The group “Fair Funding for Cherry Hill Public Schools” is meeting with state legislatures in hopes of bringing the Cherry Hill schools district’s state aid in line with other surrounding districts.
In the 2008–09 school year, Cherry Hill Public Schools received $16 million in state aid for its budget.
It hasn’t received anywhere close to that amount since.
Gov. Christie cut state aid for schools after taking office in 2009. Since then, school districts across the state have been very slowly working their way back up to the 2008–09 number. Cherry Hill Public Schools is receiving about $13.1 million in state aid for the upcoming 2016–17 school year, about $2.9 million less than it received in 2008–09. A decrease in state aid has caused more of the burden for the school budget to be placed on taxpayers in recent years.
However, the cuts made in 2008–09 only tell part of the story for Cherry Hill. One group of community members has formed in the past two years after they discovered Cherry Hill was receiving much less state aid per student than similar districts, both in South Jersey and other parts of the state.
This group, called “Fair Funding for Cherry Hill Public Schools,” is now on a mission to persuade state legislators to change the way schools are funded in New Jersey and get Cherry Hill on equal footing with other districts in the area.
Cherry Hill lagging behind in state aid
Cherry Hill resident Chris Benedetto, a father of three, decided to start a group named Fair Funding for Cherry Hill Public Schools last year after observing large discrepancies in the amount of state aid per student among districts. Wanting to send a message to legislators about Cherry Hill’s problem, he and other community members gathered statistics from school district websites as well as the Department of Education’s website detailing the amount of state aid districts receive per student.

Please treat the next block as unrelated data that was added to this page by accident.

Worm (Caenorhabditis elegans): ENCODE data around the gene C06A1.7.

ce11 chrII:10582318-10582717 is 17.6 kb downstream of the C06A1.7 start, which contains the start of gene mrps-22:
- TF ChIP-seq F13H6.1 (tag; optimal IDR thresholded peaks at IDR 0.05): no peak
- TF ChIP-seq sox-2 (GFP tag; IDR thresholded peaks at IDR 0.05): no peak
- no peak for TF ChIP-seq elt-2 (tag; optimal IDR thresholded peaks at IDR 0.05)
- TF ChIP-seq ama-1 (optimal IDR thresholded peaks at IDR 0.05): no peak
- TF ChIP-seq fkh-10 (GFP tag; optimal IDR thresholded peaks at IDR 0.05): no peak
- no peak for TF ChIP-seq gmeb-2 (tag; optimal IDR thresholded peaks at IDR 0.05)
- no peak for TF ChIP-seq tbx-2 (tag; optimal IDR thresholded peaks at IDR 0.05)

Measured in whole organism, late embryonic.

The statistics revealed Cherry Hill lagged well behind other districts in similar factor groups. In 2015–16, Cherry Hill received $1,146 in state aid per student. In contrast, Washington Township Public School District in Gloucester County received $6,834 per student from the state. The Eastern Regional High School District and Lenape Regional High School District both received more than $4,000 in state aid per student.
Cherry Hill has also received less than the amount of state recommended aid for the district in 2008. New Jersey stopped publishing recommended aid for districts in 2008, however, districts such as Eastern Regional and Washington Township now receive more aid than their recommended amount from 2008, while Cherry Hill continues to receive less.
“Our capped and (state) aid has continued to go down, whereas Eastern is getting more aid than their recommended amount, whereas Freehold is getting more aid than their recommended number,” Benedetto said.
“Our numbers have been going down,” Benedetto added. “The general rule of thumb has been, your test scores are good, you’re graduating people and you’re doing more with less. Good job.”
As a result, Cherry Hill taxpayers have been forced to fund most of the school district’s budget. About 81 percent of last year’s budget was funded with taxpayer funds in Cherry Hill. Other districts such as Evesham Township and Eastern only have about 66 percent of their budgets funded through taxpayer money, with almost one-third of their funding coming from state aid.
“Cherry Hill residents are getting a bit of a double-whammy,” Benedetto said. “They’re getting less funding from the state and higher taxes.”
Rallying local representatives